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Miscarriage

What is Miscarriage?

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Miscarriage or spontaneous abortion is the term used to denote the loss of a fetus within the womb before the 20th week of pregnancy is completed. Many pregnancies are lost spontaneously before a woman recognizes that she is pregnant, and the clinical signs of miscarriage are mistaken for a heavy or late menses.1

The term miscarriage is often subdivided for clinical purposes into:

Threatened abortion: A pregnancy complicated by bleeding before 20 weeks’ gestation.

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Inevitable abortion: The products of conception have not been expelled but a miscarriage will happen.

Incomplete abortion: Some, but not all, of the products of conception have been passed; retained products may be part of the fetus, placenta or membranes.

Missed abortion: A pregnancy in which there is a fetal demise (usually for a number of weeks) but the products of conception are not expelled.

Complete abortion: All products of conception have been passed without the need for surgical or medical intervention.1,2

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What are the  Signs and Symptoms of Miscarriage?

The hallmark of spontaneous abortion in a pregnant woman is vaginal bleeding, which may vary from scanty spotting to frank bleeding. It may be associated with mild–to- severe pain in the abdomen.

The pattern of bleeding is slight in case of a threatened miscarriage while greater amounts may signify an inevitable miscarriage.

Partial or complete expulsion of the products of conception may occur within a few hours of the onset of symptoms, or expulsion may be delayed for several days.2,4

What are the Causes of miscarriage?    

Below are the most important known causes of spontaneous abortion.

  • Genetic and uterine abnormalities
  • Endocrine and immune system dysfunctions
  • Infectious agents
  • Environmental pollutants
  • Psychogenetic factors
  • Endometriosis

What are the risk factors for miscarriage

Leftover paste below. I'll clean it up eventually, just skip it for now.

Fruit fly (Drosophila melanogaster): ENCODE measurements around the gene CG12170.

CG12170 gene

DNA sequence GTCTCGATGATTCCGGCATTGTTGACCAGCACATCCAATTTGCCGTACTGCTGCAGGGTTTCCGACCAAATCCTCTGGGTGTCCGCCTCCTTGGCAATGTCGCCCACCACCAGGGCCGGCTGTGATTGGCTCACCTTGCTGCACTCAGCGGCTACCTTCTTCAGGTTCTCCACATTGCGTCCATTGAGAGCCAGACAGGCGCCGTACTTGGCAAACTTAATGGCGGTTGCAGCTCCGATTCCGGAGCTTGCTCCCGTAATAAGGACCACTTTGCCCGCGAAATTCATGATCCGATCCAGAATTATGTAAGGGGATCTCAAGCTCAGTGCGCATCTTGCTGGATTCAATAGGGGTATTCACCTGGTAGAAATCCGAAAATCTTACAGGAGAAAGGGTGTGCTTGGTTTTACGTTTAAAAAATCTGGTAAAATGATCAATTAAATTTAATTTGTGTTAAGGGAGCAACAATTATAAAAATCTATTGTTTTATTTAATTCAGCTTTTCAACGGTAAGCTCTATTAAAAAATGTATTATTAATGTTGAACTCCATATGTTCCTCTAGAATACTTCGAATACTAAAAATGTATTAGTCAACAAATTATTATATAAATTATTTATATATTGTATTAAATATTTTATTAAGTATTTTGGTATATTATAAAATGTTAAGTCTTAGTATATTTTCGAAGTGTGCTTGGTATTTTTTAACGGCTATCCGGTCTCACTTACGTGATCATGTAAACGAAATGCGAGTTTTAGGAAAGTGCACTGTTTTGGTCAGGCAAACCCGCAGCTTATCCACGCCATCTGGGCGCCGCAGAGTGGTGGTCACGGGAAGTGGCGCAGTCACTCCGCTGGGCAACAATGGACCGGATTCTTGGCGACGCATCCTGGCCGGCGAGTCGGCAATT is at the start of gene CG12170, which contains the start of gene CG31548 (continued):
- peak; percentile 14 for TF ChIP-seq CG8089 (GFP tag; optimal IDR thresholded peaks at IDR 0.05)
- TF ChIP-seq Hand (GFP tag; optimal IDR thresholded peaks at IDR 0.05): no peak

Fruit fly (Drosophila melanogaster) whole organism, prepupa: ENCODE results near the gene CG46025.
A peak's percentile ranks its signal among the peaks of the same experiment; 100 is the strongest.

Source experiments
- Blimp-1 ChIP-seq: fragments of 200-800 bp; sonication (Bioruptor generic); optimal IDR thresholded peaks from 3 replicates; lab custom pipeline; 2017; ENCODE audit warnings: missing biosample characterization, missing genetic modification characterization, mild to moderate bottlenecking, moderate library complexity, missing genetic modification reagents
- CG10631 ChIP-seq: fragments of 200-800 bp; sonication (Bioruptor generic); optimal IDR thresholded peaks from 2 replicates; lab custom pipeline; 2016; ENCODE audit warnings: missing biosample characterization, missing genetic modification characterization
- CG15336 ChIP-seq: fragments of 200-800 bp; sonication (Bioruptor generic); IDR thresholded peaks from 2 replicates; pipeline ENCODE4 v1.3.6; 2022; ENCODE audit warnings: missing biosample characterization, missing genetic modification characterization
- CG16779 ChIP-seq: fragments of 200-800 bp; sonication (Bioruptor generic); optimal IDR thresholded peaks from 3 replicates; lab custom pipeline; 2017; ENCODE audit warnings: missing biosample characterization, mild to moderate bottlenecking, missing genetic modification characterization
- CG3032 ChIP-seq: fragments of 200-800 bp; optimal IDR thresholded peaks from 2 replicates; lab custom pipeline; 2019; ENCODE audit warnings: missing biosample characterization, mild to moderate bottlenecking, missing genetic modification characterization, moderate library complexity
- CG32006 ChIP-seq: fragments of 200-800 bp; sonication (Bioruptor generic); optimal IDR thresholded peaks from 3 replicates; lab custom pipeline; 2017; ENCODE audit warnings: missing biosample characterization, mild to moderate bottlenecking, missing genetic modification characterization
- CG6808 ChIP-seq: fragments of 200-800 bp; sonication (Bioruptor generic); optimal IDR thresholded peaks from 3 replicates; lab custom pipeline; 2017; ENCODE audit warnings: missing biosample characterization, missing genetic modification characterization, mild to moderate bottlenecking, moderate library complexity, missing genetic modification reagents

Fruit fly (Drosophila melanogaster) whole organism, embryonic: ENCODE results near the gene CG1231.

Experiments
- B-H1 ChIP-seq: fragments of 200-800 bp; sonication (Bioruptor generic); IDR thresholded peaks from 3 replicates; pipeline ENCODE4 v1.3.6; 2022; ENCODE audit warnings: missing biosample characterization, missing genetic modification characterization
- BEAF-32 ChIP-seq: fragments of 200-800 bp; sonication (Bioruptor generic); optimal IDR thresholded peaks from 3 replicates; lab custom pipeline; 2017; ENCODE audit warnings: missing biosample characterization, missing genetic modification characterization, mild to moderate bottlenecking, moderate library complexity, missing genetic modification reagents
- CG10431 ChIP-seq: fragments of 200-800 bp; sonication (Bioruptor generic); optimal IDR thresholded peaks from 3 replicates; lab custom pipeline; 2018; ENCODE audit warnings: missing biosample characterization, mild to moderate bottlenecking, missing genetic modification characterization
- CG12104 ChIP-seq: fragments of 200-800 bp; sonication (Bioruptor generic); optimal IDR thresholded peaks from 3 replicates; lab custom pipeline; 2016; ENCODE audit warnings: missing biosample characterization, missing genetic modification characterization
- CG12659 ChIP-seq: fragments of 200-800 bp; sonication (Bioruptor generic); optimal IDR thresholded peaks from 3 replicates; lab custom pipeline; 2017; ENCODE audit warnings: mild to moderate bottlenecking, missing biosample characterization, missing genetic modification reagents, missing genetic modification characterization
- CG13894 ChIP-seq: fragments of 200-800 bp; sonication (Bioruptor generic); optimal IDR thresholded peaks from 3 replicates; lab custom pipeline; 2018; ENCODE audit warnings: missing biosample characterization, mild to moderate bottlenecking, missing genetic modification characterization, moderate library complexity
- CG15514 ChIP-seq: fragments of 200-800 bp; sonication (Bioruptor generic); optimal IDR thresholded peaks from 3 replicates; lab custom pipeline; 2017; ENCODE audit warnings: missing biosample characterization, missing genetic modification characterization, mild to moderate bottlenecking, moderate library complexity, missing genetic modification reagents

Some of the risk factors that have been associated with increased incidences of spontaneous pregnancy loss include

  • Advanced maternal age
  • Maternal alcohol abuse
  • Maternal cigarette smoking
  • Medications
  • Multiple previous elective abortions
  • Previous spontaneous abortion
  • Chronic exposure to toxins

Certain maternal disorders such as poorly controlled diabetes, celiac disease and autoimmune diseases also play a role.2,3

How is Miscarriage Diagnosed?

The doctor diagnoses the condition based on the below

  • Signs and symptoms observed
  • Vaginal examination
  • Certain laboratory investigations
  • Imaging studies

Vaginal examination helps the doctor to assess the severity of the condition and determine the status of the other organs of reproduction.

Blood tests are advised to know the levels of different hormones and also as a routine investigation to rule out other abnormalities.

Ultrasound examination is used to confirm the diagnosis.4

What is the Treatment for Miscarriage?

The management depends on the type of abortion and ranges from expectant management to prompt surgical evacuation. Severe cases may require hospitalization and surgical evacuation of the contents of the uterus.

In case of threatened abortion, if symptoms are mild, one may be advised bed rest and the avoidance of sexual intercourse along with increased fluid intake. This may be successful in preventing pregnancy loss when the gestation is greater than 12 weeks. Painkillers and sedatives may be advised to reduce the anxiety. However, it is considered as a high-risk pregnancy, which can progress to abortion at any stage.

If the bleeding does not stop with the above steps, evacuation of the products of conception may be carried out by the administration of certain drugs or by surgical measures. These procedures are also carried out in case of inevitable and incomplete abortions. Other types are managed appropriately based on the signs of miscarriage.4,5

What are the Complications of Miscarriage?

Complications to the mother are quite rare. However, in certain cases one may suffer from infection due to retained products of conception, which may need surgical intervention.

How can Miscarriage be Prevented?

Proper care of the underlying disorders can prevent complications of these disorders resulting in miscarriage. Always speak to the doctor before planning for a pregnancy and discuss the precautions that need to be taken along with periodic visits to the antenatal clinics.

References:

1.Rao KA. Handbook of Obstetric Emergencies. New Delhi: Jaypee Brothers, 2003.

2.McBride WZ. Spontaneous abortion. Am Fam Physician. 1991; 43(1): 175–182.

3.Chamberlain G. ABC of antenatal care, Vaginal bleeding in early pregnancy--I. BMJ. 1991; 302(6785): 1141–1143.

4.Sotiriadis A, Papatheodorou S, Makrydimas G. Threatened miscarriage: Evaluation and management. BMJ. 2004; 329(7458): 152–155.

5.Griebel CP, Halvorsen J, Golemon TB. . Management of spontaneous abortion. Am Fam Physician. 2005;72(7):1243–1250.

Written by: healthplus24.com team

Date last updated: January 19, 2015